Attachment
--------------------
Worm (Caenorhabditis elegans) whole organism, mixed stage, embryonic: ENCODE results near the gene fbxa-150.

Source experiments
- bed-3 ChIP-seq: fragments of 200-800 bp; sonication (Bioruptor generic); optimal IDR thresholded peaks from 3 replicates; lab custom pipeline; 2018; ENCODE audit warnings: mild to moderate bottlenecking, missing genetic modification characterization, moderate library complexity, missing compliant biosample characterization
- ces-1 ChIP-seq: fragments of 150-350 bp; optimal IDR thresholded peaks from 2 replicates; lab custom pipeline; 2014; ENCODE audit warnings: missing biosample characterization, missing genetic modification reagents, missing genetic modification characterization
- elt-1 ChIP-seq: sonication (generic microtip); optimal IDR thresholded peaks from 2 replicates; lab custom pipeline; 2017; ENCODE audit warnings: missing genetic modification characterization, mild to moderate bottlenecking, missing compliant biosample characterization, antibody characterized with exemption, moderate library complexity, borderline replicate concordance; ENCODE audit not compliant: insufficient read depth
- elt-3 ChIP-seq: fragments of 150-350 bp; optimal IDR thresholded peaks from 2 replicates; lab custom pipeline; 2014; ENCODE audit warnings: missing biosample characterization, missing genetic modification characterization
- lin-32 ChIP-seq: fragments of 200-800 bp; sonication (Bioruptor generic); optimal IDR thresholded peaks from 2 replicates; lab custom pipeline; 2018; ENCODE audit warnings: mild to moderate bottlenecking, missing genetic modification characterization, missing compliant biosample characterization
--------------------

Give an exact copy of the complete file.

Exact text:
Worm (Caenorhabditis elegans) whole organism, mixed stage, embryonic: ENCODE results near the gene fbxa-150.

Source experiments
- bed-3 ChIP-seq: fragments of 200-800 bp; sonication (Bioruptor generic); optimal IDR thresholded peaks from 3 replicates; lab custom pipeline; 2018; ENCODE audit warnings: mild to moderate bottlenecking, missing genetic modification characterization, moderate library complexity, missing compliant biosample characterization
- ces-1 ChIP-seq: fragments of 150-350 bp; optimal IDR thresholded peaks from 2 replicates; lab custom pipeline; 2014; ENCODE audit warnings: missing biosample characterization, missing genetic modification reagents, missing genetic modification characterization
- elt-1 ChIP-seq: sonication (generic microtip); optimal IDR thresholded peaks from 2 replicates; lab custom pipeline; 2017; ENCODE audit warnings: missing genetic modification characterization, mild to moderate bottlenecking, missing compliant biosample characterization, antibody characterized with exemption, moderate library complexity, borderline replicate concordance; ENCODE audit not compliant: insufficient read depth
- elt-3 ChIP-seq: fragments of 150-350 bp; optimal IDR thresholded peaks from 2 replicates; lab custom pipeline; 2014; ENCODE audit warnings: missing biosample characterization, missing genetic modification characterization
- lin-32 ChIP-seq: fragments of 200-800 bp; sonication (Bioruptor generic); optimal IDR thresholded peaks from 2 replicates; lab custom pipeline; 2018; ENCODE audit warnings: mild to moderate bottlenecking, missing genetic modification characterization, missing compliant biosample characterization